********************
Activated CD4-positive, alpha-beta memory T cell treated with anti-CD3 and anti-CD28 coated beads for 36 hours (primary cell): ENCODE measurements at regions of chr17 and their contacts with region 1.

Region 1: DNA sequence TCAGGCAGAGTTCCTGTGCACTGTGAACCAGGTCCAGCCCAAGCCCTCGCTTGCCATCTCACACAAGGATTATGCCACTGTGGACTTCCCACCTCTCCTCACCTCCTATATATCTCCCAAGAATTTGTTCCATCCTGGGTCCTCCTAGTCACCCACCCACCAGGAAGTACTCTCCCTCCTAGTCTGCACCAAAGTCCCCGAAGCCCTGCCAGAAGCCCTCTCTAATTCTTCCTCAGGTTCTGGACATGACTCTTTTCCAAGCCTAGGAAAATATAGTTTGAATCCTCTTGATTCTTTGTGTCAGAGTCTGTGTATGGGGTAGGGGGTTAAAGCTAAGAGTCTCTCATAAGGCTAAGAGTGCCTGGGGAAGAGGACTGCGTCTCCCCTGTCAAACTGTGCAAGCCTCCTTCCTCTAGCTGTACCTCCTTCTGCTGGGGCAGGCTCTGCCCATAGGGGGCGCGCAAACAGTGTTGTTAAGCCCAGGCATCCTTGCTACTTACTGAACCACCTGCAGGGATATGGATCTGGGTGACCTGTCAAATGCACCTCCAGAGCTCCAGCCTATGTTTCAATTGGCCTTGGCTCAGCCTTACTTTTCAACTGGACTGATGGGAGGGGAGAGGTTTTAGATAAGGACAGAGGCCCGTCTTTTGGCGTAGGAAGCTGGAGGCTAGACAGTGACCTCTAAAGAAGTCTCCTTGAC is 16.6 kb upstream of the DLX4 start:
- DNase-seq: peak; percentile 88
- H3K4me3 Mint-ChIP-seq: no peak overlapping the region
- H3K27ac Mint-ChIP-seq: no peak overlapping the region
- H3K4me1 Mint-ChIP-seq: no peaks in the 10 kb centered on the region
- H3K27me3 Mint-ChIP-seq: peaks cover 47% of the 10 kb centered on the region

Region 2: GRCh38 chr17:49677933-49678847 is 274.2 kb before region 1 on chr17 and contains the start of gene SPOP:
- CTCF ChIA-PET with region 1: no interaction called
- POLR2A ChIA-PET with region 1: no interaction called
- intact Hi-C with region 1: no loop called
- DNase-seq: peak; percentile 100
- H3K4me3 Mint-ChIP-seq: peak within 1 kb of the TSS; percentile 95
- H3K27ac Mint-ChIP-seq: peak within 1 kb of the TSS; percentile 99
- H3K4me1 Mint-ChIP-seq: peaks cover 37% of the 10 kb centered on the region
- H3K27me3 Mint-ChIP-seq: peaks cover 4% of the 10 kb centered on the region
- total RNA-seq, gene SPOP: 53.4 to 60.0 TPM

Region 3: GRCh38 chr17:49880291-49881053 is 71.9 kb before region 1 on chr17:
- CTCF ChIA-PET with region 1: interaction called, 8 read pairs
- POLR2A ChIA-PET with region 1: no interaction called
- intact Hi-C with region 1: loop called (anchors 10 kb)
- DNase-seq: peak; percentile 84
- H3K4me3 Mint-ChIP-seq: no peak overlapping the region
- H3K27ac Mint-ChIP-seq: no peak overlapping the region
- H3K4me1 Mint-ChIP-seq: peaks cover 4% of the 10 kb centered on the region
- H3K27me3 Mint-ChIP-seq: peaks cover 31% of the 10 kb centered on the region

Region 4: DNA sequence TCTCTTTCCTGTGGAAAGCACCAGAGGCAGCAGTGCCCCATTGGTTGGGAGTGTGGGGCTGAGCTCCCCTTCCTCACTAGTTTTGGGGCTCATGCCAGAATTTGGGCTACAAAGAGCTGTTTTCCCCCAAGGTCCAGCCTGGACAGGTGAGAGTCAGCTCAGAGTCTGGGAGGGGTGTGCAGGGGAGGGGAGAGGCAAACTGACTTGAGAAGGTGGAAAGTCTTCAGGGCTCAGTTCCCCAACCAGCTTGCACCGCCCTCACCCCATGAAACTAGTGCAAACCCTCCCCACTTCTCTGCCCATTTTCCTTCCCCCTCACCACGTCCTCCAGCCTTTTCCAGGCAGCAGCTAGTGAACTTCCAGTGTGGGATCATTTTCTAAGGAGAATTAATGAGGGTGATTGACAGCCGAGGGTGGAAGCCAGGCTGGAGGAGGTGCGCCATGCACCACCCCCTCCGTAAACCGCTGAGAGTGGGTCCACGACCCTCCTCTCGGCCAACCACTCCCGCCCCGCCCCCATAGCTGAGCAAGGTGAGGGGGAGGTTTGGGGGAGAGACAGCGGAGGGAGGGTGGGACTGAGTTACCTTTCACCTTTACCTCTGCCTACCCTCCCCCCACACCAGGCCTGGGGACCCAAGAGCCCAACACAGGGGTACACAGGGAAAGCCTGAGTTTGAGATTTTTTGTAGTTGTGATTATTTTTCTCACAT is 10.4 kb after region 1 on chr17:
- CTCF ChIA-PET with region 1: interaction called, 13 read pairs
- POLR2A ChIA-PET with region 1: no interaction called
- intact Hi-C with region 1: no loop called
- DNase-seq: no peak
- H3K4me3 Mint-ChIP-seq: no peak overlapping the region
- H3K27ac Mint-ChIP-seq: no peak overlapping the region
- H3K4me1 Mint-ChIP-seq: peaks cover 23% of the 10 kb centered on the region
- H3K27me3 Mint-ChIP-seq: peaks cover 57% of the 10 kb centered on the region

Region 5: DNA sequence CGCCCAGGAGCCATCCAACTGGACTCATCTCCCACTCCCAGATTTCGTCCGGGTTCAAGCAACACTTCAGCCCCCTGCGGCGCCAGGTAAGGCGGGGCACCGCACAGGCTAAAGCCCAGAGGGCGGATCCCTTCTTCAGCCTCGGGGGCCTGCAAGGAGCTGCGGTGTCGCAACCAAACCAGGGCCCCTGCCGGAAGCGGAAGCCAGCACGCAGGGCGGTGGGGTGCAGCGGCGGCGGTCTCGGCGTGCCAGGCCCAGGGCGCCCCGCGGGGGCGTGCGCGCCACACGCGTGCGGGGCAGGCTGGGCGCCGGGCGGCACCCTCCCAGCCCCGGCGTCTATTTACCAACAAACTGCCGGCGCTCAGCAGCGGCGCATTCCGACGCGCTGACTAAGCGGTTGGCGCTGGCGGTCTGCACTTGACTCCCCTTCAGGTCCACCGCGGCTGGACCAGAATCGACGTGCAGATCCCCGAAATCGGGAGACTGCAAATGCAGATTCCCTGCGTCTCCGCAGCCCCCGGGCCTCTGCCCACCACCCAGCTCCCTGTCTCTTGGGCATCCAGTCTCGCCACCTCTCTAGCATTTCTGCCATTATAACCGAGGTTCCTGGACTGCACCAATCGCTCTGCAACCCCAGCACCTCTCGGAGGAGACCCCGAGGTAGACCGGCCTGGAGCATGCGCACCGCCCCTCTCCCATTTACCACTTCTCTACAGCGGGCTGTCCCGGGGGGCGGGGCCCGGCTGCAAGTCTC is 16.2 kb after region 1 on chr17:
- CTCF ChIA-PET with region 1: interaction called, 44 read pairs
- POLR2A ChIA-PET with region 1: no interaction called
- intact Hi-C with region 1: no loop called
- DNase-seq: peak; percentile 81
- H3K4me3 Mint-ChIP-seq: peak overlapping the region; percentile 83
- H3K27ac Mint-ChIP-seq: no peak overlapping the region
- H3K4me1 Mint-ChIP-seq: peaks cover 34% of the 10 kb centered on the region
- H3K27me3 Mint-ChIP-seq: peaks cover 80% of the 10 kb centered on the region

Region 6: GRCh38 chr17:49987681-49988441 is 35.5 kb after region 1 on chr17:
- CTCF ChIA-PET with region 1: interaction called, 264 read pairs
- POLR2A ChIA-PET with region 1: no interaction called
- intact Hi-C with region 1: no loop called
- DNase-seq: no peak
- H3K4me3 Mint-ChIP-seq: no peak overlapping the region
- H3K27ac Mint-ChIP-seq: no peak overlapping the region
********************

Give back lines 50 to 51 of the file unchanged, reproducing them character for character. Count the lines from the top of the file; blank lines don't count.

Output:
- H3K4me3 Mint-ChIP-seq: no peak overlapping the region
- H3K27ac Mint-ChIP-seq: no peak overlapping the region